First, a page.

Monday, March 20, 2017
6 p.m. – 7:30 p.m.
McKinney Conference Room
Primarily a historian of the Muslim communities of South Asia (India, Pakistan) from the eighteenth to the early twentieth centuries, Professor Nile Green also specializes in the wider 'Persianate' world, including Afghanistan, Iran, and the Indian Ocean region. By training a historian of religion, he has worked extensively on the history of Sufism and other traditional modes of Islamic learning and organization. His work has ranged from the forms of Islam which evolved among the tribal societies of early modern Afghans to the intersection of religion and colonial service among the Muslim soldiers of the British Empire. His more recent work has expanded into nineteenth century intellectual interchange between Asia and Europe, Muslim travelers in Britain, Indian Ocean studies, and the history of the 'Islamic' book.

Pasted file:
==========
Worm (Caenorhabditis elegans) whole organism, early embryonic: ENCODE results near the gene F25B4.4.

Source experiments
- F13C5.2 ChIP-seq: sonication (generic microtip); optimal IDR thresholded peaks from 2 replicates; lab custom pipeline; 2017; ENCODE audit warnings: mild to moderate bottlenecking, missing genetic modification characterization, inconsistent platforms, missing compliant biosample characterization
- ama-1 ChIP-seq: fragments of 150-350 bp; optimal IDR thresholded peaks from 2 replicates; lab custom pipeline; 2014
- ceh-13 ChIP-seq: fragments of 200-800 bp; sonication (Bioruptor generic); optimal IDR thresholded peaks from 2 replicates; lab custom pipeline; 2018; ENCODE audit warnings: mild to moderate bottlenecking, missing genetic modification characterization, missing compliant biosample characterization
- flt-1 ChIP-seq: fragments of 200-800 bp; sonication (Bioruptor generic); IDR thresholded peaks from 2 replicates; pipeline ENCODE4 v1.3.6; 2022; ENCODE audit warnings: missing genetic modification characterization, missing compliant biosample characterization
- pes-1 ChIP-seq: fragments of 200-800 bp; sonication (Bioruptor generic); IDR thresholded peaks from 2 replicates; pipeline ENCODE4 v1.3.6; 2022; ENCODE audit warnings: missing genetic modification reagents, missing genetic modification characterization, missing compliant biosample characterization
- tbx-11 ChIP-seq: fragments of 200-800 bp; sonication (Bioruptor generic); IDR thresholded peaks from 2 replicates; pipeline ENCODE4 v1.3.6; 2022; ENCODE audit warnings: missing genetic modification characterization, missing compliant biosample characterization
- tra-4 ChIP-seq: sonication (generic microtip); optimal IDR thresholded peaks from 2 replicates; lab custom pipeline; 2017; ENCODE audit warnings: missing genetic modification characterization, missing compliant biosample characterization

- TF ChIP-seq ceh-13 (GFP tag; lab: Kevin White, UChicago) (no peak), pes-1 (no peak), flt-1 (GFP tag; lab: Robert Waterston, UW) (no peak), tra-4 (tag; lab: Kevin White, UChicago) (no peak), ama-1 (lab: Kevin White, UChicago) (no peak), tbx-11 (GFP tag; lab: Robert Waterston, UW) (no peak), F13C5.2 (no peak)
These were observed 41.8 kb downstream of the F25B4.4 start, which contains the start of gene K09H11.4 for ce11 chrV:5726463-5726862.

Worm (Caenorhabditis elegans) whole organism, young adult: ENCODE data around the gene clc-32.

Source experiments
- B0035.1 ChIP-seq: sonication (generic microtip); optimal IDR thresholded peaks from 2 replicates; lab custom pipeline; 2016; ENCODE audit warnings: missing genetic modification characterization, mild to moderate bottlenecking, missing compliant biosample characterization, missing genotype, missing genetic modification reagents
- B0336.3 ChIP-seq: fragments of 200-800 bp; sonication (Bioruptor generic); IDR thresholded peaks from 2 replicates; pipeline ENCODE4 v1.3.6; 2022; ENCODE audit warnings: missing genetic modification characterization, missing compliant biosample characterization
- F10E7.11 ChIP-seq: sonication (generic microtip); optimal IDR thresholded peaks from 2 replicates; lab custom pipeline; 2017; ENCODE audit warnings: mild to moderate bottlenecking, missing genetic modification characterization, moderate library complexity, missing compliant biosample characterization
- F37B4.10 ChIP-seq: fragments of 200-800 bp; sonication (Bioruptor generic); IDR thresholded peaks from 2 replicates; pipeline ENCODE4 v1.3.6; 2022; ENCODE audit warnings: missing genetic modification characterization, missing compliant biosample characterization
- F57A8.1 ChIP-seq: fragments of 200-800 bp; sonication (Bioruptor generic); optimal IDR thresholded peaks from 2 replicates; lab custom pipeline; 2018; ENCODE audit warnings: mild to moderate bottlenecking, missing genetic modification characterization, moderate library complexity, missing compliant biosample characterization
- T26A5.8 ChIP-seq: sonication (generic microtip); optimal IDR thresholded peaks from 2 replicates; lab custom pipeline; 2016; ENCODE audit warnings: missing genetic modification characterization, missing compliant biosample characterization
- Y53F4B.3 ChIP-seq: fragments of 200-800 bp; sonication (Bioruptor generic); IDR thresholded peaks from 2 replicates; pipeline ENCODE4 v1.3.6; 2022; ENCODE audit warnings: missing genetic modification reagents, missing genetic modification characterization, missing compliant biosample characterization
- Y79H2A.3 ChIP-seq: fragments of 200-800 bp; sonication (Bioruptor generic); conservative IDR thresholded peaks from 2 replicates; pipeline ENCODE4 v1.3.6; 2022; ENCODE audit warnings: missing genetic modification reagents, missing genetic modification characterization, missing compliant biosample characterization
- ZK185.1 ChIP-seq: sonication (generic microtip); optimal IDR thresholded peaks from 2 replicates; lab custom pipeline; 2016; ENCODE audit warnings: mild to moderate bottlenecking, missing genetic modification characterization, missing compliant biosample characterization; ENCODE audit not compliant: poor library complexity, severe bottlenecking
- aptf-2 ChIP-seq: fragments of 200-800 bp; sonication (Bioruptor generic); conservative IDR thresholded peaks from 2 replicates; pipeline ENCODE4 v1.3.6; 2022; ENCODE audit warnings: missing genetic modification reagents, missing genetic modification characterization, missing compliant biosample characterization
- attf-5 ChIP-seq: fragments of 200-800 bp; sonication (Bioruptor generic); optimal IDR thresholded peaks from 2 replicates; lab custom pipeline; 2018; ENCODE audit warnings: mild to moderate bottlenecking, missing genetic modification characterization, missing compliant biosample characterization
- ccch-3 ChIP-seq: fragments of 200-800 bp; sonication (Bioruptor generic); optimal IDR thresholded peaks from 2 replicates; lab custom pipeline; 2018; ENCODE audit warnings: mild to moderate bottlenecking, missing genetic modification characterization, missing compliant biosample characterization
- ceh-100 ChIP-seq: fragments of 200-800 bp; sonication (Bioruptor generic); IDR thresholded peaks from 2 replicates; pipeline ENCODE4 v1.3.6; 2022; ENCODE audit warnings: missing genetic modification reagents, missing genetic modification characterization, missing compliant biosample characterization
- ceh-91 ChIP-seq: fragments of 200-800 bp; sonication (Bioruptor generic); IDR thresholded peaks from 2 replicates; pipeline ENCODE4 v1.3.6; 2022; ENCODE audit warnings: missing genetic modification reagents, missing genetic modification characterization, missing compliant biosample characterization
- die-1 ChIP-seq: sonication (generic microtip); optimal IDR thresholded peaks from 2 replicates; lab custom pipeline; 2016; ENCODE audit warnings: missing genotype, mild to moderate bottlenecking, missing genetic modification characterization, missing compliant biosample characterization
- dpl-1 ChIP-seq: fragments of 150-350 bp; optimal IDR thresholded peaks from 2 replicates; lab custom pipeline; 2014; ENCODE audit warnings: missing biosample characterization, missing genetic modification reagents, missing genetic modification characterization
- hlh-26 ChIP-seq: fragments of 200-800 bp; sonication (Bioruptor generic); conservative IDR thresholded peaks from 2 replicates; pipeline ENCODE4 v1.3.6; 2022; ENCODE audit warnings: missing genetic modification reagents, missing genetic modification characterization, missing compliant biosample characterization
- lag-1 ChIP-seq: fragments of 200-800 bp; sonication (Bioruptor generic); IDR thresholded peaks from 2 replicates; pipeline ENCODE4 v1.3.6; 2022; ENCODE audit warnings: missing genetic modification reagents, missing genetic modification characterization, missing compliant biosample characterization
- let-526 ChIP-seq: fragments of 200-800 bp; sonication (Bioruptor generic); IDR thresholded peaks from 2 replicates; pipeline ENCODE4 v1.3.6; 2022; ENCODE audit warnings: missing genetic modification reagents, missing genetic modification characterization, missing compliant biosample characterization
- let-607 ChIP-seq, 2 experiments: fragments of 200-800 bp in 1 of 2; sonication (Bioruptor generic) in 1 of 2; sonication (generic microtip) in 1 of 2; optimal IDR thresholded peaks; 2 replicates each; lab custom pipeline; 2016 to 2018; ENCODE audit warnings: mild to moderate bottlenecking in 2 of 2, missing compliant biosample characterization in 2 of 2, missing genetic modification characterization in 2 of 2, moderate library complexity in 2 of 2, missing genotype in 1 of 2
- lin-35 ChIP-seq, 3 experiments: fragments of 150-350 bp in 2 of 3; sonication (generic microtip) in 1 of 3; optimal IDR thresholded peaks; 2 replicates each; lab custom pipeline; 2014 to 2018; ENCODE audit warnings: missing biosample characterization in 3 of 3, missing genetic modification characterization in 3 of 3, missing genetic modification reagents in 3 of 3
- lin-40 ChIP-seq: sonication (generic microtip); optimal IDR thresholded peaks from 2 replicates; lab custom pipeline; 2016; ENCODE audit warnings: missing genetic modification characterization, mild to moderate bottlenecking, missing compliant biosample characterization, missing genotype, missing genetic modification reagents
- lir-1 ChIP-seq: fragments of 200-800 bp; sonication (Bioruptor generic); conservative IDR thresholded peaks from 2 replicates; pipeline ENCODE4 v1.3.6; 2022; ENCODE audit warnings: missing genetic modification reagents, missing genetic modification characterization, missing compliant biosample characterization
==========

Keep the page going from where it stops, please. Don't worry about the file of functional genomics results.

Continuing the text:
With a strong interest in Islam in the Middle East, Africa and Europe, Professor Green also works as a historian of Muslim societies more generally. Given the fact that South Asia is home to the world's largest Muslim population, his work seeks to position the region within a global and comparative perspective. To this end, Professor Green serves on the editorial board of the International Journal of Middle East Studies. He was founding director of the UCLA Program on Central Asia from 2008 through 2016.